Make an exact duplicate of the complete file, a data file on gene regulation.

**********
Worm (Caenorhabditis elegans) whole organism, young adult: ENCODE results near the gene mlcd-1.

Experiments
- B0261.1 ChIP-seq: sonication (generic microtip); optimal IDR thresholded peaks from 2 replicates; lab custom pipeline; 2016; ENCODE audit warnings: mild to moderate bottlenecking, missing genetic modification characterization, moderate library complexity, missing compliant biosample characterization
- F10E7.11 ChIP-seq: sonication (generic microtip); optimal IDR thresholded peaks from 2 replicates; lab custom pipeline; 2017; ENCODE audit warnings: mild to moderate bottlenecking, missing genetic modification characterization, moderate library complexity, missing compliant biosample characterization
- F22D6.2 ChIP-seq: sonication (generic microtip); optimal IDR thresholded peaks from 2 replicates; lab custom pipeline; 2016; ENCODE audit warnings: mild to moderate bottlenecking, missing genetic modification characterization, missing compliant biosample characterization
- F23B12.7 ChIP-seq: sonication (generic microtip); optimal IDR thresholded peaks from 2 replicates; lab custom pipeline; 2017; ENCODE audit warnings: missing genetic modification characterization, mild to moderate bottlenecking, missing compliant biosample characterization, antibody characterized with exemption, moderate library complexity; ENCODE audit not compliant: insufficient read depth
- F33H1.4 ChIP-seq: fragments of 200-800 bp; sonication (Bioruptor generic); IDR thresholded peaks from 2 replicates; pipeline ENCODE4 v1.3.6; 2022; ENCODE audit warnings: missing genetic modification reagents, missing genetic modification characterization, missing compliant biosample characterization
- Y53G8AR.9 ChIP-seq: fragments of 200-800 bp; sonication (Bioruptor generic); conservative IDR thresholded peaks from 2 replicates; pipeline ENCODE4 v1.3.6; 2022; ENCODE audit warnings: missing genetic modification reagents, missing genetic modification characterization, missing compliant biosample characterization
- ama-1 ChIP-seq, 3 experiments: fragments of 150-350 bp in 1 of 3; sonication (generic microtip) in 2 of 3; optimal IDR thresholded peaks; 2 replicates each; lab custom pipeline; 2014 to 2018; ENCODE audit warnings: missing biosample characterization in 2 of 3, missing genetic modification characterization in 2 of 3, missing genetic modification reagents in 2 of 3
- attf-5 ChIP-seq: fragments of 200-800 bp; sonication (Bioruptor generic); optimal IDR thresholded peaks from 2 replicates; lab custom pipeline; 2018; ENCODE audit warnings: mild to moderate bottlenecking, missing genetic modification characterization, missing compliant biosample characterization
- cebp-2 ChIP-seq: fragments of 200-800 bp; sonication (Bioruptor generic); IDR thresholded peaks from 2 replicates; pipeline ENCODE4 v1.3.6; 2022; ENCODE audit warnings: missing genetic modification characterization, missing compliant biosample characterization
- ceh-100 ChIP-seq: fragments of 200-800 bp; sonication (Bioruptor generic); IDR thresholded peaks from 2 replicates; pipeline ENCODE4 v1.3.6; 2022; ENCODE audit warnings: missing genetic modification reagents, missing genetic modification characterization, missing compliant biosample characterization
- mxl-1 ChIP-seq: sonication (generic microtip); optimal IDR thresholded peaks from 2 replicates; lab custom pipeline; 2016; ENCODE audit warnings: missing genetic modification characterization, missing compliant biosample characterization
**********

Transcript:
Worm (Caenorhabditis elegans) whole organism, young adult: ENCODE results near the gene mlcd-1.

Experiments
- B0261.1 ChIP-seq: sonication (generic microtip); optimal IDR thresholded peaks from 2 replicates; lab custom pipeline; 2016; ENCODE audit warnings: mild to moderate bottlenecking, missing genetic modification characterization, moderate library complexity, missing compliant biosample characterization
- F10E7.11 ChIP-seq: sonication (generic microtip); optimal IDR thresholded peaks from 2 replicates; lab custom pipeline; 2017; ENCODE audit warnings: mild to moderate bottlenecking, missing genetic modification characterization, moderate library complexity, missing compliant biosample characterization
- F22D6.2 ChIP-seq: sonication (generic microtip); optimal IDR thresholded peaks from 2 replicates; lab custom pipeline; 2016; ENCODE audit warnings: mild to moderate bottlenecking, missing genetic modification characterization, missing compliant biosample characterization
- F23B12.7 ChIP-seq: sonication (generic microtip); optimal IDR thresholded peaks from 2 replicates; lab custom pipeline; 2017; ENCODE audit warnings: missing genetic modification characterization, mild to moderate bottlenecking, missing compliant biosample characterization, antibody characterized with exemption, moderate library complexity; ENCODE audit not compliant: insufficient read depth
- F33H1.4 ChIP-seq: fragments of 200-800 bp; sonication (Bioruptor generic); IDR thresholded peaks from 2 replicates; pipeline ENCODE4 v1.3.6; 2022; ENCODE audit warnings: missing genetic modification reagents, missing genetic modification characterization, missing compliant biosample characterization
- Y53G8AR.9 ChIP-seq: fragments of 200-800 bp; sonication (Bioruptor generic); conservative IDR thresholded peaks from 2 replicates; pipeline ENCODE4 v1.3.6; 2022; ENCODE audit warnings: missing genetic modification reagents, missing genetic modification characterization, missing compliant biosample characterization
- ama-1 ChIP-seq, 3 experiments: fragments of 150-350 bp in 1 of 3; sonication (generic microtip) in 2 of 3; optimal IDR thresholded peaks; 2 replicates each; lab custom pipeline; 2014 to 2018; ENCODE audit warnings: missing biosample characterization in 2 of 3, missing genetic modification characterization in 2 of 3, missing genetic modification reagents in 2 of 3
- attf-5 ChIP-seq: fragments of 200-800 bp; sonication (Bioruptor generic); optimal IDR thresholded peaks from 2 replicates; lab custom pipeline; 2018; ENCODE audit warnings: mild to moderate bottlenecking, missing genetic modification characterization, missing compliant biosample characterization
- cebp-2 ChIP-seq: fragments of 200-800 bp; sonication (Bioruptor generic); IDR thresholded peaks from 2 replicates; pipeline ENCODE4 v1.3.6; 2022; ENCODE audit warnings: missing genetic modification characterization, missing compliant biosample characterization
- ceh-100 ChIP-seq: fragments of 200-800 bp; sonication (Bioruptor generic); IDR thresholded peaks from 2 replicates; pipeline ENCODE4 v1.3.6; 2022; ENCODE audit warnings: missing genetic modification reagents, missing genetic modification characterization, missing compliant biosample characterization
- mxl-1 ChIP-seq: sonication (generic microtip); optimal IDR thresholded peaks from 2 replicates; lab custom pipeline; 2016; ENCODE audit warnings: missing genetic modification characterization, missing compliant biosample characterization